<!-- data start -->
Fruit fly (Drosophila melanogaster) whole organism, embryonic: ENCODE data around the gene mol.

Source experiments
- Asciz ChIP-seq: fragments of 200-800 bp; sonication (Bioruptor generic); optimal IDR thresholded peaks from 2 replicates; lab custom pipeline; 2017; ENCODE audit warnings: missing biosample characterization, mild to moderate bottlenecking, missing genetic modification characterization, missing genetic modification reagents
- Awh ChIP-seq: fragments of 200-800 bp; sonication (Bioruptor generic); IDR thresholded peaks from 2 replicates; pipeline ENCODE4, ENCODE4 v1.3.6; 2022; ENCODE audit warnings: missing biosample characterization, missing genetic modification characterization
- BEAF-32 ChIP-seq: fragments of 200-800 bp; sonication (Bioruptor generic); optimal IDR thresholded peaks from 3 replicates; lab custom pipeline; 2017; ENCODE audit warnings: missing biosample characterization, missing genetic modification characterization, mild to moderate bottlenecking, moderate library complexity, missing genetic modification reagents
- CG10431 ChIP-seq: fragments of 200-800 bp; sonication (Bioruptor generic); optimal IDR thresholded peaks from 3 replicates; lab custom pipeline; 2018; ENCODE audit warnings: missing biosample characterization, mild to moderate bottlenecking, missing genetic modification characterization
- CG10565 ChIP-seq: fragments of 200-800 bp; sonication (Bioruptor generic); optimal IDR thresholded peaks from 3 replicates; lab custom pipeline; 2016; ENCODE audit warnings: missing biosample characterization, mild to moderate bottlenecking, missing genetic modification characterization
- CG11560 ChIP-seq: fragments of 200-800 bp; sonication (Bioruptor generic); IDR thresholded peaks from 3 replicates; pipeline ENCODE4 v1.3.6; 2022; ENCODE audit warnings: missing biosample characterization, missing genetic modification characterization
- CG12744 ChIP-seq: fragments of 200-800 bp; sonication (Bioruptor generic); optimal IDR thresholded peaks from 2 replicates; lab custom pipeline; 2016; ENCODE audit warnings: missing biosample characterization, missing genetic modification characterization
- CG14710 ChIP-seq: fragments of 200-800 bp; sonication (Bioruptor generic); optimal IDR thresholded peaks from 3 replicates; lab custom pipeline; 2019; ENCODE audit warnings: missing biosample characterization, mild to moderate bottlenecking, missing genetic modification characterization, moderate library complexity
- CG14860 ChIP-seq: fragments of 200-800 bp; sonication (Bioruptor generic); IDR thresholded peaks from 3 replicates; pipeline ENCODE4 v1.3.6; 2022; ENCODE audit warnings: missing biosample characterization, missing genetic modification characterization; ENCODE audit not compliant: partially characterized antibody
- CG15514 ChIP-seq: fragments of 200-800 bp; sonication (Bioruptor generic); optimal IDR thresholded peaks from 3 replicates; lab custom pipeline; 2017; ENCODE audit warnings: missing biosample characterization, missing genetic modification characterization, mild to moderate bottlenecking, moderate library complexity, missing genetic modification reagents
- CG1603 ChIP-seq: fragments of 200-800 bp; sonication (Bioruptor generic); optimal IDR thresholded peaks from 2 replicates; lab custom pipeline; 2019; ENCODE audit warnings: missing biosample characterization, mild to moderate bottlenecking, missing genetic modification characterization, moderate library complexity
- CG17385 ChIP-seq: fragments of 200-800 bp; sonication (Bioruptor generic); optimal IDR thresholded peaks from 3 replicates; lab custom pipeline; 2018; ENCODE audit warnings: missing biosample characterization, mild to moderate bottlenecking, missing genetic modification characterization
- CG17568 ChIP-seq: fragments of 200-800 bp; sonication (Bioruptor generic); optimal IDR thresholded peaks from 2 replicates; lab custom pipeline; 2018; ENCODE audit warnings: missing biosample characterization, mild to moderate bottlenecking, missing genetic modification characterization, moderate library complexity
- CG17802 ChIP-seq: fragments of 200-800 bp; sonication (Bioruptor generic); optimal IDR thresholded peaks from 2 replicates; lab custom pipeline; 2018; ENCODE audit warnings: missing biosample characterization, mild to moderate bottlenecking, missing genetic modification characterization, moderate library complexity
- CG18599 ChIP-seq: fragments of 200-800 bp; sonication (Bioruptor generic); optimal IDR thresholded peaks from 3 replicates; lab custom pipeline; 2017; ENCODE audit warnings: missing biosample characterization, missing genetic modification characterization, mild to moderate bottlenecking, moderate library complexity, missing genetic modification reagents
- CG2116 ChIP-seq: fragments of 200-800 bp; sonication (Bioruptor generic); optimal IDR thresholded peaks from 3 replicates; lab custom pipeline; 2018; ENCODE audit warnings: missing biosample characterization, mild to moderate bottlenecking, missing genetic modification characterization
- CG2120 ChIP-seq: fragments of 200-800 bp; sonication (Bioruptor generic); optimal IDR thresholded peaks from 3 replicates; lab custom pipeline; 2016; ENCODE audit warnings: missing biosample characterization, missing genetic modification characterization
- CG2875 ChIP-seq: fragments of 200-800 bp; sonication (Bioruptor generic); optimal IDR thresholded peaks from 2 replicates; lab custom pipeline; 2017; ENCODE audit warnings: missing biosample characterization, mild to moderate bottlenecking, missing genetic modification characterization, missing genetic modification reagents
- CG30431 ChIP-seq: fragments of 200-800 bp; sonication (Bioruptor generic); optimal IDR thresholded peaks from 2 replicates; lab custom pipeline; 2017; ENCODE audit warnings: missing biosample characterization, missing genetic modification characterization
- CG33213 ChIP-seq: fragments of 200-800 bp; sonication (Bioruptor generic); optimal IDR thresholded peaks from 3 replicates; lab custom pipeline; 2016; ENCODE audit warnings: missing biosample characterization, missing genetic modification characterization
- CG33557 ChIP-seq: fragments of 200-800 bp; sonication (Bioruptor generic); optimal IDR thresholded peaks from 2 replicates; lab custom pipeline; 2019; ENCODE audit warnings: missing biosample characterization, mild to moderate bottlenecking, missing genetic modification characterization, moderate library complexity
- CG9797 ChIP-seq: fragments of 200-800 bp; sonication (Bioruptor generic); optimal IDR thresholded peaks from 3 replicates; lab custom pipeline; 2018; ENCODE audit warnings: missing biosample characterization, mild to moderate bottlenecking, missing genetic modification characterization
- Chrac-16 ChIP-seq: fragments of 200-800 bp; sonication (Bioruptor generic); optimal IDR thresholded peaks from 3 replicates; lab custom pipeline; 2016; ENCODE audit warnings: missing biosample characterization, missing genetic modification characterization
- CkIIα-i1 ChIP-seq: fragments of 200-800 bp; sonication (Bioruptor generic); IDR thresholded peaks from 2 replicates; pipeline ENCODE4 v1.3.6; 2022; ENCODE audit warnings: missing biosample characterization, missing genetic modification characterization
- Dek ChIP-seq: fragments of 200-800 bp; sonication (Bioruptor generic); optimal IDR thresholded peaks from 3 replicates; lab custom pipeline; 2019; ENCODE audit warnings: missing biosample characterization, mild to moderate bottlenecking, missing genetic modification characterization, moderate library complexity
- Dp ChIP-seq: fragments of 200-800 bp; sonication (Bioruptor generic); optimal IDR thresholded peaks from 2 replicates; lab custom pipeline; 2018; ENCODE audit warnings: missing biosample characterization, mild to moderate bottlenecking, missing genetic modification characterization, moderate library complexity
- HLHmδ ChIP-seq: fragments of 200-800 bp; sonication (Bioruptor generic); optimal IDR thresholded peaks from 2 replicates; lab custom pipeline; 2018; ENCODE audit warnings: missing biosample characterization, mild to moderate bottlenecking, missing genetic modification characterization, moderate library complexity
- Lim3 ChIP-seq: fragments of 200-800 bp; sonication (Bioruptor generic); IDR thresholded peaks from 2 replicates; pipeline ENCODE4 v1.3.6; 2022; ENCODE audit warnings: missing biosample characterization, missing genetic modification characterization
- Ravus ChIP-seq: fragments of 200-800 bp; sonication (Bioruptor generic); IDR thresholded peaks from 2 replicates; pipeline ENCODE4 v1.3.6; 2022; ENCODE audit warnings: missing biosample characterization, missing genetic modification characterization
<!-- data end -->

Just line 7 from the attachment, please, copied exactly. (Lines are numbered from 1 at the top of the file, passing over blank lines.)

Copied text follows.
- CG10565 ChIP-seq: fragments of 200-800 bp; sonication (Bioruptor generic); optimal IDR thresholded peaks from 3 replicates; lab custom pipeline; 2016; ENCODE audit warnings: missing biosample characterization, mild to moderate bottlenecking, missing genetic modification characterization